With the many SAP solutions that have been available during the last few years, and especially since the global release of the SAP NetWeaver platform and the J2EE engine, the planning process for installing the proper system landscape for deploying and implementing SAP Solutions has become increasingly important and is critical for getting a correct installation. Provided that you know the business requirements and SAP solutions to be implemented, planning SAP installations is a process that involves the following main activities:
Installing SAP software successfully, providing all requirements are met (for example the SAP R/3 Enterprise with the SAP Web AS ABAP), is a process that may last from one to two days, depending on the landscape strategy, the solution to be installed, the multiple installation options, and the processing power of the hardware chosen. After installation, there are also some additional postinstallation steps, basis customization or security settings that most likely need to be done before any productive operation. A good level of expertise with operating systems and management of database systems will ease your way into fast and successful installations. These guidelines will not cover such topics as failover systems or storage RAID options because those issues are dependent on hardware vendor products and configuration utilities.
When a company decides to implement some of the SAP solutions to fulfill its business information needs, it is aware that to customize the functional aspects of the business is the critical and most time-consuming part of a SAP implementation project; however, all the technical elements involved must be seriously considered to overcome the availability issue: the systems and applications must be up and running. SAP defines availability as the fraction of time the system can be used to perform the functions for which it was designed. It does not define it as an isolated hardware or software element, but as a property of the whole information system.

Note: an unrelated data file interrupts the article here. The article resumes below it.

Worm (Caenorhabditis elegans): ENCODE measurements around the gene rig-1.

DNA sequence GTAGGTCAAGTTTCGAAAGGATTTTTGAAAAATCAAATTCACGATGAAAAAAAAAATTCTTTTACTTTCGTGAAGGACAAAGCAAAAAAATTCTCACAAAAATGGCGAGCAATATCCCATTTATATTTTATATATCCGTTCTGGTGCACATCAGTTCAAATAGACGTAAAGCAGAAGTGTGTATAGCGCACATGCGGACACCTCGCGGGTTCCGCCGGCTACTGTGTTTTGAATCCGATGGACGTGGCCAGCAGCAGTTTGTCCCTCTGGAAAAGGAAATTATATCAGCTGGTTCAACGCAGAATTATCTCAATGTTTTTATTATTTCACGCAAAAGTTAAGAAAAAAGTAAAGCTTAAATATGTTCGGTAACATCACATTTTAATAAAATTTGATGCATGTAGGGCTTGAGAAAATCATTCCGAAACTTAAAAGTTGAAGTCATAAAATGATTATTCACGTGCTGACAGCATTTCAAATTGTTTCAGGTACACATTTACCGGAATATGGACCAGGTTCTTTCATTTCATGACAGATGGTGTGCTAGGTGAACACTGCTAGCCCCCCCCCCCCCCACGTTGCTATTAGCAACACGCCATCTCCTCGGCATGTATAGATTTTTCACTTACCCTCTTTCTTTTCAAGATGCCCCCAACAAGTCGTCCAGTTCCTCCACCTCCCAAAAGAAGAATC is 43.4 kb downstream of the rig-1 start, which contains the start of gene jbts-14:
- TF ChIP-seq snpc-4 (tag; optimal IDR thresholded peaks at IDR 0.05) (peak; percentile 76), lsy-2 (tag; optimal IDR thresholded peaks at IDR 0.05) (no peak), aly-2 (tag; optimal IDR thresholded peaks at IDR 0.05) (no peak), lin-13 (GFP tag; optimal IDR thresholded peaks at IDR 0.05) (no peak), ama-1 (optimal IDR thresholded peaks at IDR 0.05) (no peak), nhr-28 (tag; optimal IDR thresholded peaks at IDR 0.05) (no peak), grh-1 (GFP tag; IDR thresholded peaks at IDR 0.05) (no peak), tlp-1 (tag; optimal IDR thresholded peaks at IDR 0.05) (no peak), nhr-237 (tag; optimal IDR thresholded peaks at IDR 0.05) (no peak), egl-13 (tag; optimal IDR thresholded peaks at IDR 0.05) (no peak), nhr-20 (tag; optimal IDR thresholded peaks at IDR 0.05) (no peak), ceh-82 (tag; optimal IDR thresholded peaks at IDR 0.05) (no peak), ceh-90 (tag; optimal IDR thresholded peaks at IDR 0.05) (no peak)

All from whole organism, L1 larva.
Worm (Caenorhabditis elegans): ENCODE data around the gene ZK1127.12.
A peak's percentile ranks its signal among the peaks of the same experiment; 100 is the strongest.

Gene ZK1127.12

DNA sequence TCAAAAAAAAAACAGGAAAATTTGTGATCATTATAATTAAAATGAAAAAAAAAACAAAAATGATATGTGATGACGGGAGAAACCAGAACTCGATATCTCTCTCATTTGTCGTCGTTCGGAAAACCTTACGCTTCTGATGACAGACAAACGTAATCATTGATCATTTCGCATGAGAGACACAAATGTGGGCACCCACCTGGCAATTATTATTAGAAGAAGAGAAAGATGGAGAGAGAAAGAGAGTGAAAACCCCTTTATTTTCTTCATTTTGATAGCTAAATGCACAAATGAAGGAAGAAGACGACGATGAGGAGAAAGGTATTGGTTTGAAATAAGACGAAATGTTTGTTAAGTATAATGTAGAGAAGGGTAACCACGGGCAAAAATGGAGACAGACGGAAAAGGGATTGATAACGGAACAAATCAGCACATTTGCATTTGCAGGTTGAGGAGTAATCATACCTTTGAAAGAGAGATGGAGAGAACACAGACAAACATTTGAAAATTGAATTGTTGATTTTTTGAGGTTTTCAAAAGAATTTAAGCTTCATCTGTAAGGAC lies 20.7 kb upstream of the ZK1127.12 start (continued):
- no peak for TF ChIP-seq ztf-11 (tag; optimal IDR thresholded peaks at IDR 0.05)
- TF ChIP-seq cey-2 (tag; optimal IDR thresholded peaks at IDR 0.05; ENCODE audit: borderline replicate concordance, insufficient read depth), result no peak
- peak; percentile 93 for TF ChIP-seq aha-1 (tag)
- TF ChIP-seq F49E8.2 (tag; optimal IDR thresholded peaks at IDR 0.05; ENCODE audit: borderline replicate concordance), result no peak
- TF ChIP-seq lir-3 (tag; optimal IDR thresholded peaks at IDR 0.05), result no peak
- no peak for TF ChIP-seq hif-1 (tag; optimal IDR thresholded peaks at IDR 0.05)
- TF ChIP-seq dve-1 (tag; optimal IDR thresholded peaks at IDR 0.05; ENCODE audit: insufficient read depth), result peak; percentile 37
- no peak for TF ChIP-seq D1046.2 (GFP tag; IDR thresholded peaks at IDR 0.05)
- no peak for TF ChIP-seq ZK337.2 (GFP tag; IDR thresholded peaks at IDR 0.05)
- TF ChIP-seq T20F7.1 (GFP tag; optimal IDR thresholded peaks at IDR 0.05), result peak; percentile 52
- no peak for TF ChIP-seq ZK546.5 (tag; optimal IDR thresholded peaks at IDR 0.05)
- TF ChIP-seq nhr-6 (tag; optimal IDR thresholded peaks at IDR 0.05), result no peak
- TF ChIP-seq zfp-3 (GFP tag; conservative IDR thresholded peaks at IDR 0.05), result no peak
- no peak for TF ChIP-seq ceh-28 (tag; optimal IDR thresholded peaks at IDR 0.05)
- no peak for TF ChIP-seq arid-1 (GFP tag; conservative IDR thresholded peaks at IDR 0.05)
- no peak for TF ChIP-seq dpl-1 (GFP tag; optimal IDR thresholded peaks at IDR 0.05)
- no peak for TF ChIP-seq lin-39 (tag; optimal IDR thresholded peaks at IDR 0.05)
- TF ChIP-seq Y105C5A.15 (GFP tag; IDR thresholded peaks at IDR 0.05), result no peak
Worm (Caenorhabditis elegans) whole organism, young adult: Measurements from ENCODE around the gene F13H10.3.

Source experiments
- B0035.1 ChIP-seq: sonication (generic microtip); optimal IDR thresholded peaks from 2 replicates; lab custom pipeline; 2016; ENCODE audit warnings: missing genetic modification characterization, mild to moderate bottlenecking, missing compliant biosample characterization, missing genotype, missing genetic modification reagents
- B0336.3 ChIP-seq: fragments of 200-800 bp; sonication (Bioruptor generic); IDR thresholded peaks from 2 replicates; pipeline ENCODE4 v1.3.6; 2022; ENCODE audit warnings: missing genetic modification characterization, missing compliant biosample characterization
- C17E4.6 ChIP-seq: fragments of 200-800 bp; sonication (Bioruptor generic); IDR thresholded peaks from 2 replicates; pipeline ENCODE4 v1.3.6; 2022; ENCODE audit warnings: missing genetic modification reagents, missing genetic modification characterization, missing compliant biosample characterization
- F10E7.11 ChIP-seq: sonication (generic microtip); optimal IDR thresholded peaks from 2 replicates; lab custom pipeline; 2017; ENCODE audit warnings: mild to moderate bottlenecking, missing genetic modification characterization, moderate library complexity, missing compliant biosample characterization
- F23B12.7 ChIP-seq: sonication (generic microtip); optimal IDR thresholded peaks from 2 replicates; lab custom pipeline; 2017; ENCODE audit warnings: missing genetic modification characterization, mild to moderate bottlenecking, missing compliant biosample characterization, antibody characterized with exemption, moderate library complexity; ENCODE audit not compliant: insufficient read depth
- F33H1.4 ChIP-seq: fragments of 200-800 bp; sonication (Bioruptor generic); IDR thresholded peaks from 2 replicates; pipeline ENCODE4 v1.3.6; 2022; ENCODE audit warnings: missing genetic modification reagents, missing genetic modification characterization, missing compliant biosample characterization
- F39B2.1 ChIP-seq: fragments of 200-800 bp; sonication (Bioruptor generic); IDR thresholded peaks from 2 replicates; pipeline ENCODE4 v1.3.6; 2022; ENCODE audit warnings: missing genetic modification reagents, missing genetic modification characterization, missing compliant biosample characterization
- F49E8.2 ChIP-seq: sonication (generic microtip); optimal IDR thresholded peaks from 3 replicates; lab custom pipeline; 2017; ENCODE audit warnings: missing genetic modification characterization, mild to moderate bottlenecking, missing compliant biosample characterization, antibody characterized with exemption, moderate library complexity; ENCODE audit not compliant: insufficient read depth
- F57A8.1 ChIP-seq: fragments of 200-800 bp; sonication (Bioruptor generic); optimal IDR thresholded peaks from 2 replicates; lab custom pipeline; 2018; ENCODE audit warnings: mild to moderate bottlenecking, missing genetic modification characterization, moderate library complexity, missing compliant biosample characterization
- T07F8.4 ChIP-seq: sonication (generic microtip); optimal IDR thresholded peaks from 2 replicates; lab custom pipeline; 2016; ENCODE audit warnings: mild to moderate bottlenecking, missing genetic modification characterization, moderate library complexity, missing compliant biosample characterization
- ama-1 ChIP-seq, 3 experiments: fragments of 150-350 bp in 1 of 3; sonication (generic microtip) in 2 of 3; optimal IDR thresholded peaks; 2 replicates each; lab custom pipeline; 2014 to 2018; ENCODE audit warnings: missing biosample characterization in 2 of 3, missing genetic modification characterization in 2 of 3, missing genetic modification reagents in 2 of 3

In any of the SAP solutions installation, you may encounter and require the following hardware elements:
The following software elements may also be present:
All previous plus other additional requirements you might need are to be found in several of the planning and installation manuals, which comes bundled in the installation kit, either in printed form, in a CD or DVD online help, or that you download from the SAP Service Marketplace. Finally, a very important element, which is sometimes scarce, is experienced people. Although SAP systems and solutions can be quite complex, managing the SAP systems is not so difficult if the right support lines and procedures are in place. These items are not a SAP requirements list but are the set of elements that should be taken into consideration when starting a SAP technical implementation project. Every element is important, and the right configuration of every one—people configuration used to be known as training—is what makes the planning, installation, and technical implementation a successful base for SAP implementation projects.
Let's review some of the core concepts for a successful planning and installation of SAP solutions, in particular, the base platform for the SAP NetWeaver, aka, the SAP Web Application Server.
Documentation Required for Planning and Installation
There is a comprehensive set of documentation for the planning and installation of SAP solutions, and specifically about the SAP NetWeaver platform and other mySAP Business Suite components. It might seem in fact, that there is so much documentation that sometimes the problem is where to start.
Variants of SAP Web AS
At the writing of this book, the SAP Web AS 6.40 was the main component of SAP NetWeaver. It can be installed in different basic system variants: as ABAP+Java system, as Java system, as ABAP system, or as a combination of an ABAP system with a Java system. The installation documentation of SAP Web AS contains the information required to install each of the basic system variants of SAP Web AS:
It is important to choose correctly the variant required for the particular component being installed.
Customer decisions about hardware platforms are quite variable and factor for decisions are many, from the price to scalability, performance, the confidence in your preferred vendor, and the current experience of the internal IT personnel. Most SAP NetWeaver and SAP Business Suite components run in major flavors of UNIX, Microsoft Windows, Linux, and AS400. However, there are some restrictions in some of the components, and therefore you should check the product availability matrix in the SAP Service Marketplace. Regarding databases, ORACLE and Microsoft SQL Server are the two major database management systems selected, but you can find others, such as Informix and DB2 for the IBM platforms. Recently we have seen the appearance of the MaxDB database, as a joint effort between the SAP DB and the mySQL databases.